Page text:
Dealing with medical bills, like waiting for the cable guy or buying a used car, has become a clich? of consumer exasperation. Everything from electricity and phone bills to tax returns and parking tickets migrated to electronic payments years ago, but America’s $2.9 trillion health-care economy remains stubbornly stuck in the 1990s. The number of medical bills paid by paper check through the U.S. mail has even increased while payments for all other services have decreased dramatically. Medical payments are the only category to register an increase in paperwork since the start of the 21st century:?
It?s not just consumers who are paying by mail. Just 15 percent of commercial insurers make payments to medical providers electronically, according to a report last month from PricewaterhouseCoopers Health Research Institute. The largest insurers are usually the best at going digital, but Cigna, with 14.5 million customers, sends only 39 percent of payments electronically. That’s because many doctors aren’t signed up to receive electronic transfers, according to spokesman Joe Mondy. Aetna and UnitedHealth Group, in contrast, both say around 80 percent of payments are paperless.
Hospitals, medical offices, and insurance companies need an army of workers to push all that paper1, which is also frequently shuffled through middlemen like billing agencies2 and clearinghouses3. One claims clearinghouse, Emdeon, which handles paper billing for many of its health plan clients, spent $87 million4 on postage alone in the first three months of 2015?nearly a quarter of its total revenue?according to financial filings. All this bureaucracy pushed the cost of administering private insurance to $173 billion5 in 2013, according to federal data.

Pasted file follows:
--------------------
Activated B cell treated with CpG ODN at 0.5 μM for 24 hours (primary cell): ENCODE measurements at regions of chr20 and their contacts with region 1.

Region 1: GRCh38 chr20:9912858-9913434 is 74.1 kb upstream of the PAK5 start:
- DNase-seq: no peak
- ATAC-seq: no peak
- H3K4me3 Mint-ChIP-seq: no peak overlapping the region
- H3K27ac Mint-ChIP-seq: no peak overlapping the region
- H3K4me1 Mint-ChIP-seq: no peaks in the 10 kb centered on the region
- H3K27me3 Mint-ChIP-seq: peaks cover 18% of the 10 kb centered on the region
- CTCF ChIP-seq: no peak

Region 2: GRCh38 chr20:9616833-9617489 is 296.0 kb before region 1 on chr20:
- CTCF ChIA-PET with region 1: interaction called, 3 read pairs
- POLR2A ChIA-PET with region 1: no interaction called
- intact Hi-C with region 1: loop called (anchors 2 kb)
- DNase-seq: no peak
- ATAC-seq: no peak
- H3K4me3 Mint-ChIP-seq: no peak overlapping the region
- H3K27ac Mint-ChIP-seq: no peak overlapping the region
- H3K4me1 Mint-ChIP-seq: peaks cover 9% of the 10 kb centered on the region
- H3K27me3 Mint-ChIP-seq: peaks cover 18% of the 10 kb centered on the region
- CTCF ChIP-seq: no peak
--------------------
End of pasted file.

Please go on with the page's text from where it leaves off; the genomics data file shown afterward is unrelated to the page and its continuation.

But there?s also the human cost of sending people piles of indecipherable paperwork as they?re recovering from an illness or operation. ?You pull your hair and you get frustrated. You don?t understand why it?s all paper and it?s all phone calls and you waste time and you get confused, and it?s all so broken,? says Tomer Shoval, chief executive and co-founder of Simplee, one of several companies trying to streamline medical billing.?
So what’s taken so long for health-care payments to go digital? Inertia explains a lot of the delay. Doctors and health plans have to invest in technology to allow electronic payments, and smaller concerns?the solo practitioner or local health plan?may not think it’s worth it. Many physicians have only recently switched to digital health records. And unlike other industries such as banking and telecom, where companies compete for customers on price, medical providers and health plans have long been able to pass the costs of their inefficiency onto customers with little consequence.
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